I like British stuff. And few brands are as iconically British as Rolls Royce.
Started back in 1906 by Charles Rolls and Henry Royce, the firm has moved people worldwide with cars, airplanes, and naval engines. You could fill libraries with business insights from their history, but my favorite is the “Power-by-the-hour” concept.
This is the perfect example of how everybody wins when incentives align. Here’s the story:
Aviation: the good old days
In the early days of aviation, airlines managed everything from ground operations to airplane ownership and flight operations. Airplane engines are a surprisingly large part of the total cost, and airlines shouldered the burden of maintaining, monitoring and replacing their engines.
As engines approached the end of their expected lifetime, an airline would buy new ones from a vendor like Rolls Royce. In addition to replacement costs, airlines had to contend with a joker in the pack: unforeseen engine failure. Events like this could - and did - cost airlines millions in lost revenue and reputational damage.
Airlines thus faced a tradeoff between buying expensive new engines more often, or risking sudden engine failure. Neither option is very attractive.
Rolls to the rescue: power-by-the-hour
Rolls Royce solved this problem with a subscription approach to jet engines. Airlines would pay just one predictable fee. And the important part: they’d pay only per hour of flight time. This completely changed the aviation service business by aligning incentives between Rolls Royce and the airlines they supplied.
This “Power-by-the-hour” concept gave airlines their dream exit from the jet engine owning business. Instead, they could focus on perfecting their core business: taking passengers comfortably from A to B.
Conversely, Rolls Royce specialized in building and owning jet engines. They leveraged their vast new subscriber base to invest in ever-better engines. This modernized global aviation and paved the way to the near-seamless international travel we enjoy today.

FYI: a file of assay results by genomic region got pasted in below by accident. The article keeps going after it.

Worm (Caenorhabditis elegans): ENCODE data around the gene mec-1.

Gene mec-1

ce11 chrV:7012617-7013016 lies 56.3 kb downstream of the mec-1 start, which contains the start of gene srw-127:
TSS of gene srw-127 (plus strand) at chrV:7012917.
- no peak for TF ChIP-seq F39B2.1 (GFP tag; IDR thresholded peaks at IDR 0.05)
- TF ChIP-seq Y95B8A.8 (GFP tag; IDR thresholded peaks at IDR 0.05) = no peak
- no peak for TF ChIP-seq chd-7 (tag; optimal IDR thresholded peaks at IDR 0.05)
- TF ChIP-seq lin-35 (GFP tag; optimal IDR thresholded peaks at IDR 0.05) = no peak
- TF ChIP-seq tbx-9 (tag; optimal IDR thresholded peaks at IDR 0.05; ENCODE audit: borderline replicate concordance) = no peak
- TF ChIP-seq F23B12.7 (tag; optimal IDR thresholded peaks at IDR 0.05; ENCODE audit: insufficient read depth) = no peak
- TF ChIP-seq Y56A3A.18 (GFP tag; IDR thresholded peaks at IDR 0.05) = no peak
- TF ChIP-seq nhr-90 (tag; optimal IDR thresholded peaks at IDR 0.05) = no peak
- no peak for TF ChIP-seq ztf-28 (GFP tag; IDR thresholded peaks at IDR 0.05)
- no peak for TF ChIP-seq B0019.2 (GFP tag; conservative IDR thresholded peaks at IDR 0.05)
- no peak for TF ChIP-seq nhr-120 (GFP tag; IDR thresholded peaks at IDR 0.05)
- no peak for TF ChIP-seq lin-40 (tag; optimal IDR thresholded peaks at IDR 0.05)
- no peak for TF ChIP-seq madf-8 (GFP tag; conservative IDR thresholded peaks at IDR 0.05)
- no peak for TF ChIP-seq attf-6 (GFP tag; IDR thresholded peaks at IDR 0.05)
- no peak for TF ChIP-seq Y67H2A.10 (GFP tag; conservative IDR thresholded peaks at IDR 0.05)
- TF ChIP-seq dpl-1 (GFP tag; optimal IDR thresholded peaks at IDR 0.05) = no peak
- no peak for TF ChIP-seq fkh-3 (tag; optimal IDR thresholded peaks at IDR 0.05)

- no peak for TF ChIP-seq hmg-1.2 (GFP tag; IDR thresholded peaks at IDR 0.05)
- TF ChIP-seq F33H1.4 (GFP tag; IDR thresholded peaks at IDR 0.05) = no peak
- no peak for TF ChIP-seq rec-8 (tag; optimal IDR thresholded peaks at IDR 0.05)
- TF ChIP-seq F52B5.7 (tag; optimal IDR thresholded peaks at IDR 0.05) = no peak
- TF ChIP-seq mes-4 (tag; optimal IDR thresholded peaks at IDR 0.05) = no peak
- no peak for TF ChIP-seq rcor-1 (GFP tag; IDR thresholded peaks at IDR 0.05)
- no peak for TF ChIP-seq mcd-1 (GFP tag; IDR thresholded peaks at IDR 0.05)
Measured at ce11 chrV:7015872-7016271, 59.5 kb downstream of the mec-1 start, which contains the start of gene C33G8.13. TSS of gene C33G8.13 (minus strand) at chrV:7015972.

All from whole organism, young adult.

What’s this got to do with expert networks?
Why expert networks want you to prepay for credits
Traditionally, clients pay expert networks in advance to get “call credits”. These credits are then deducted throughout the year as expert interviews are made. Expert networks may bill multiple credits per call, adding extra for “premium experts”, transcripts, a few minutes over the hour etc. But you’ve agreed on a price, right?
Turns out that expert networks routinely charge more than one credit per call. The client ends up paying a higher actual cost/call than expected. Early findings from our new survey indicate this expert markup is often 1.2-1.4. This means clients pay 20-40% more for calls than they had expected to do.
This markup is notoriously difficult to notice, as it happens in the exchange between associates, beyond the structured annual contract negotiations. So here’s how to calculate it:
Inex One: Power-by-the-hour
With Inex One, you get pay-as-you-go access to 25 excellent expert networks. For consultants and private equity firms, this is a dream exit out of the call credit owning business. Instead, you can focus on your core: making smart business decisions.
Conversely, Inex One specializes in collaborating with the best expert networks. We leverage our tech and vast user base to help expert networks get ever-better operations. This has paved the way to the efficient knowledge-exchange that our clients enjoy today.
The incentives align:
- Expert networks on the Inex One marketplace are incentivized to offer affordable interview prices. They only make money if you like their experts, as does Inex One.
- Clients get access to the best expert networks, and insights-by-the-hour. Get yours today.